Once the roll, pitch, and yaw of the aircraft are empirically controlled (using the rate control code), the roll, pitch, and yaw can then be controlled in terms of angles. In other words, this PI controller allows the aircraft to be commanded to maintain a certain angle in the air, such as a 30 degree bank angle. This allows the aircraft to be controlled by the autopilot to turn, as well as alter its altitude.

An Inertial Measurement Unit (IMU) provides the sensory information required to control the plane in this manner. The IMU usually uses a Kalman filter and state estimation (using integration) to determine the position of the unit.

The resulting angular control PI loop incorporates the rate control loop from the section above. The angular control diagram looks like this: Angular Control PID Loop

The equations that relate r(t) and dx(t) are:

dx(t) = (r – y) * Kp + Ki * integral(r-y,dt)

dx(t) = e * Kp + Ki * integral(e,dt)

## Angular Control – In The Code

Angular control code takes place right before the rate control portion of the code. The code responsible for this can be found in the _AttitudeManager.c _and _OrientationControl.c _files. The function responsible for these calculations is called:

int controlSignalAngles(float setpoint, float output, unsigned char type, float SERVO_SCALE_FACTOR_ANGLES)

This function is responsible for the orientation of the plane. It contains the equations that model a PID control system. It calculates the proportional and integral term of the control signal. The setpoint (target value required by the system) and the output (current state of the system) are both inputs to this function in terms of angles (deg or rad), where the units depend on the value of SERVO_SCALE_FACTOR_ANGLES which can be changed for various units.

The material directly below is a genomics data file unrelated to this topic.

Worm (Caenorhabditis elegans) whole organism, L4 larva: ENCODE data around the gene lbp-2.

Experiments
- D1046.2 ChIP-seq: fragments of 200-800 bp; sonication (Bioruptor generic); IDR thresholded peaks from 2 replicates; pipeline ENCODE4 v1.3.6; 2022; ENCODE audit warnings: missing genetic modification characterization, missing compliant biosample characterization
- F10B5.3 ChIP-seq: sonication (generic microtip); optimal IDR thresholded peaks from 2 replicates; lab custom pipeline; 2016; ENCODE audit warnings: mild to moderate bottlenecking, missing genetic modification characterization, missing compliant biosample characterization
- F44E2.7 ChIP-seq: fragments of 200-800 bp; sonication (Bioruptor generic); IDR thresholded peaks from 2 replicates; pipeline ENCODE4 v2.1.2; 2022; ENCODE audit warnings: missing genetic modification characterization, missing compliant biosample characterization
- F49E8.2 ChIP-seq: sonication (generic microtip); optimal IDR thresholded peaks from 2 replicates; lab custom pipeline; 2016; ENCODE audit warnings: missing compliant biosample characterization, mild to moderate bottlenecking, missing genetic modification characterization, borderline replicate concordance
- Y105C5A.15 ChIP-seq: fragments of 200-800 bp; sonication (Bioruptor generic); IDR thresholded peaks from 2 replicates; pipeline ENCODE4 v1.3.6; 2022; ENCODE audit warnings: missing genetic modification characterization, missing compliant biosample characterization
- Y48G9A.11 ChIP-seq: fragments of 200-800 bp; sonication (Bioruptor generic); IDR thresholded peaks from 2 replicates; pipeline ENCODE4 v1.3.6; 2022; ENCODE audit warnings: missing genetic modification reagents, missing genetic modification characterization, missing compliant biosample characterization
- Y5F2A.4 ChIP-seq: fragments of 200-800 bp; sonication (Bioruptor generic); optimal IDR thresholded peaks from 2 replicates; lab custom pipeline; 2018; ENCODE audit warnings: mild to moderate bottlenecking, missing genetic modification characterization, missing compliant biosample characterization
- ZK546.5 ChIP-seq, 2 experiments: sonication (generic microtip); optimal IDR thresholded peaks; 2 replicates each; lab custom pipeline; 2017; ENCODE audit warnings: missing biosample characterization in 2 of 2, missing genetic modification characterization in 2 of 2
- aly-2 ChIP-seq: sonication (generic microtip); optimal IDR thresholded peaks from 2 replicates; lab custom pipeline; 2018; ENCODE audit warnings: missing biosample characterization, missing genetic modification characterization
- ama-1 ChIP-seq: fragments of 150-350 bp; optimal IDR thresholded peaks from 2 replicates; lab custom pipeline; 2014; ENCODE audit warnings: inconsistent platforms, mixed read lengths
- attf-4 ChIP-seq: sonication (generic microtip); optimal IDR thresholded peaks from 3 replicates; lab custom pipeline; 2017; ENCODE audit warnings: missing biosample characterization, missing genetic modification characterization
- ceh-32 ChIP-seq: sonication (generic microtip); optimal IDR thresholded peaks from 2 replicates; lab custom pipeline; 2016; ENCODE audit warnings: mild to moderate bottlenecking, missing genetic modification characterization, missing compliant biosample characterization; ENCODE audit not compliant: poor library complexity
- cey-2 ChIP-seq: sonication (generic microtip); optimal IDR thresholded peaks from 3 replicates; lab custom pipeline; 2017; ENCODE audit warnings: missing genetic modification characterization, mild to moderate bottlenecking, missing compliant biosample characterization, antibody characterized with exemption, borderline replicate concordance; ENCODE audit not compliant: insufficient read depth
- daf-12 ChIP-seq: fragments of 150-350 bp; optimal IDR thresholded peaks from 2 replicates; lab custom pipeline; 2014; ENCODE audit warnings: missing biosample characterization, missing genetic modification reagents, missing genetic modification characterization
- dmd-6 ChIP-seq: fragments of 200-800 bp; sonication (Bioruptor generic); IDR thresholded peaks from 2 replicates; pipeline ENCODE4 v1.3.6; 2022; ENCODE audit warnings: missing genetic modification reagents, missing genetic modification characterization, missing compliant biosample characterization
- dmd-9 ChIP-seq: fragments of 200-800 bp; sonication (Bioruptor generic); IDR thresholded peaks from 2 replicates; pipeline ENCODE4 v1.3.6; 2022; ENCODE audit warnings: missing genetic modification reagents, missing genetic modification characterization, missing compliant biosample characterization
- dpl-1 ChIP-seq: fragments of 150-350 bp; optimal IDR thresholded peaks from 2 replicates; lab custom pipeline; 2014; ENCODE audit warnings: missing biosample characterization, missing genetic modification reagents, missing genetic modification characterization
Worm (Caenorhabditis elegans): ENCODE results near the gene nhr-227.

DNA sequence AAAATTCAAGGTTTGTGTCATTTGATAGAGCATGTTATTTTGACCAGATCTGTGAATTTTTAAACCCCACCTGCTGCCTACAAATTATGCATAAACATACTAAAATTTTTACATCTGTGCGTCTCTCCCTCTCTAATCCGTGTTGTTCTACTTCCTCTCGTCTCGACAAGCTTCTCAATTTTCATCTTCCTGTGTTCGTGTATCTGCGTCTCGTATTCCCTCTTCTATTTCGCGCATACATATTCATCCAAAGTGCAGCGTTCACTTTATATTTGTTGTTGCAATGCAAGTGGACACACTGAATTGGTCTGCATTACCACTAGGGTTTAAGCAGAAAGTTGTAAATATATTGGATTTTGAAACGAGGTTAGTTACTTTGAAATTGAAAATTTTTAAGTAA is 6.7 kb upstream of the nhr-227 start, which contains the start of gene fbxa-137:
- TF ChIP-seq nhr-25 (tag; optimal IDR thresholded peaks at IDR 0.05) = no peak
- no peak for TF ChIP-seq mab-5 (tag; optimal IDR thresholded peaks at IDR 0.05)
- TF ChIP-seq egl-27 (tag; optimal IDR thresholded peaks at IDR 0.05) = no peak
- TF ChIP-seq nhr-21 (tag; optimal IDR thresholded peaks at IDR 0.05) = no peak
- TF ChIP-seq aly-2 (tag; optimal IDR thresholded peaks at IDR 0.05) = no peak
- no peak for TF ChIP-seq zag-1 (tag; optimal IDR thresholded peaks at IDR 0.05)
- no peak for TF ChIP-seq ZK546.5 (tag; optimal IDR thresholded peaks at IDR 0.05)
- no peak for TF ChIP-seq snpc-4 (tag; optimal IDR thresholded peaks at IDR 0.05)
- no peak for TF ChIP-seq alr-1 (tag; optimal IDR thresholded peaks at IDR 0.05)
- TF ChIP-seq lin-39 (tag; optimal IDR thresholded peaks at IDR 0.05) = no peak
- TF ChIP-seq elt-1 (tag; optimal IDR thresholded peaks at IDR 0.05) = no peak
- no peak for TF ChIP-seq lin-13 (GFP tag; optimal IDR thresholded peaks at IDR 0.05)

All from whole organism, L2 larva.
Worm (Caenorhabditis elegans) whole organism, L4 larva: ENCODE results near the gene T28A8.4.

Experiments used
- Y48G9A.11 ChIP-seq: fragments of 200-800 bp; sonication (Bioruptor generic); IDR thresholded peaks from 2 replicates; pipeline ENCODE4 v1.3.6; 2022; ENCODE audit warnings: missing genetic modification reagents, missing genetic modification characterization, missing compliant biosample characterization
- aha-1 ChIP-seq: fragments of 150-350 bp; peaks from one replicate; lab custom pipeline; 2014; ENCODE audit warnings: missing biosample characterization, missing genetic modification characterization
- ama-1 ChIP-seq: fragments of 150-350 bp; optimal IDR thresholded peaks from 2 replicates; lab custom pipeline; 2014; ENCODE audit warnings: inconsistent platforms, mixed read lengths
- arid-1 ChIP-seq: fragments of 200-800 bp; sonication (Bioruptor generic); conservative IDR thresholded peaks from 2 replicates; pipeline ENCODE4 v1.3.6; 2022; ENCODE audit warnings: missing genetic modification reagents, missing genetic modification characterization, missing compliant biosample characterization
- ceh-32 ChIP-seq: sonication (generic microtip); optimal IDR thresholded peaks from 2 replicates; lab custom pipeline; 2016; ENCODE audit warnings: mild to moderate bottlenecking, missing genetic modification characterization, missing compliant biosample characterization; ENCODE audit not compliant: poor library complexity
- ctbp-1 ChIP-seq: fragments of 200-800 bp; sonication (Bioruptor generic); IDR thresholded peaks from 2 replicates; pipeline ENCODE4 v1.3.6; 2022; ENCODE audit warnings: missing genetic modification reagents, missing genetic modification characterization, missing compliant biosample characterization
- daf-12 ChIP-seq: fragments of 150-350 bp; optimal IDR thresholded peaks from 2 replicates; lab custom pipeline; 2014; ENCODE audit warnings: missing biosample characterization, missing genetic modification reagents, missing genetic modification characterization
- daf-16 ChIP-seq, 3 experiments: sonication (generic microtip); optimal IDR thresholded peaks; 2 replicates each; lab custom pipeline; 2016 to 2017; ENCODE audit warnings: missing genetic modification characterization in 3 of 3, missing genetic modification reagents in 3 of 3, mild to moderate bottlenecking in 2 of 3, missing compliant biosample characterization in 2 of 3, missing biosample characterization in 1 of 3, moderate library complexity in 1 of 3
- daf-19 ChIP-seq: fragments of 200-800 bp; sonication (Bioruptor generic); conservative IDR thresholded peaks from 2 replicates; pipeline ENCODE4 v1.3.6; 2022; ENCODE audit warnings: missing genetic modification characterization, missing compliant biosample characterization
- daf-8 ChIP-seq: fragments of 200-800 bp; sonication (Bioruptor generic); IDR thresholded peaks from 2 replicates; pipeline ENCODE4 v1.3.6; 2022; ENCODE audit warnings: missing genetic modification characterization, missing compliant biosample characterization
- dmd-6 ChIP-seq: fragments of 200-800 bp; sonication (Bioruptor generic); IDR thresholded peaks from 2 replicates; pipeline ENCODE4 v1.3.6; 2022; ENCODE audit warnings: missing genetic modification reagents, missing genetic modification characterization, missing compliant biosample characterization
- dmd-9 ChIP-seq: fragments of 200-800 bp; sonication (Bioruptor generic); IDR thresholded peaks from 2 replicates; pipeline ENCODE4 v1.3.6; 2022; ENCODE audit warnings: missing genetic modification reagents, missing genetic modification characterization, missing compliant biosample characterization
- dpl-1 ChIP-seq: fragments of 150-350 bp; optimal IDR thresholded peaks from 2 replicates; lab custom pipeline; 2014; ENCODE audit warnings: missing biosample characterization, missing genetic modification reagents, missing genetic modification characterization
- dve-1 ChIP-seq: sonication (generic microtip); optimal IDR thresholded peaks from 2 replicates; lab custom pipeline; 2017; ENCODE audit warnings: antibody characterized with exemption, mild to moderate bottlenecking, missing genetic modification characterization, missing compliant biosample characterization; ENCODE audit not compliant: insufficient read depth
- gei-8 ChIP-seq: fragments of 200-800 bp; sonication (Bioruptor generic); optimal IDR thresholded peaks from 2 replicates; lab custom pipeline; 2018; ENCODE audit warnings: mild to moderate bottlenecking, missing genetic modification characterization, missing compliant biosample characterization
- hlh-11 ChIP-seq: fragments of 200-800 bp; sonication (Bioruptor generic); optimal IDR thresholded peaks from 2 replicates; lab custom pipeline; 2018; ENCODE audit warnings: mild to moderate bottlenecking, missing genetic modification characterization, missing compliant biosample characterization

Once rudimentary control of the aircraft is attained using the angular control loop and the rate control loop, the position of the aircraft can be controlled. As a result, the next control loop controls the heading of the aircraft. For instance, the plane can be directed at a 30 degree magnetic heading, and it will maintain that heading for as long as is required.

The measurements come from an external GPS sensor. The sensor measurements can also come from other sources, but they need to be in units of degrees. Currently, the calculations are done in degrees.

This control system uses the commonly recognized PID loop structure: The equations that relate r(t) and h(t) are:

r(t) = Kd * d(h – θ)/dt + (h – θ) * Kp + Ki * integral(h – θ,dt)

r(t) = Kd * de/dt + e * Kp + Ki * integral(e,dt)

## Heading Control – In The Code

Heading control code takes place right before the angular control portion of the code. The code responsible for this can be found in the _AttitudeManager.c _and _OrientationControl.c _files. The function responsible for these calculations is called:

This function is responsible for steering the plane in the correct direction. It contains the equations that model a PID control system. It calculates the derivative, proportional, and integral term of the control signal. The setpoint (target value required by the system) and the output (current state of the system) are both inputs to this function in terms of angles (currently in degrees).

This function completes a comparison between the setpoint and the output, and then decides if it should turn left or right. When the setpoint and the output are subtracted, the resulting error is set to be between -180 and +180, where -180 degrees indicates the requirement to bank left and +180 degrees indicates the requirement to bank right.

The remainder of the PID control is the same. An integrator, derivative, and proportional term is present.

## Altitude and Throttle Control

Altitude and Throttle control are two separate control loops. However, they are highly dependent on one another. For instance, if the throttle is increased, the plane has a natural tendency to gain altitude. Likewise, if the throttle is decreased, the plane has a natural tendency to lose altitude. Likewise, the opposite is true; if the plane gains or losses altitude, the airspeed of the aircraft changes.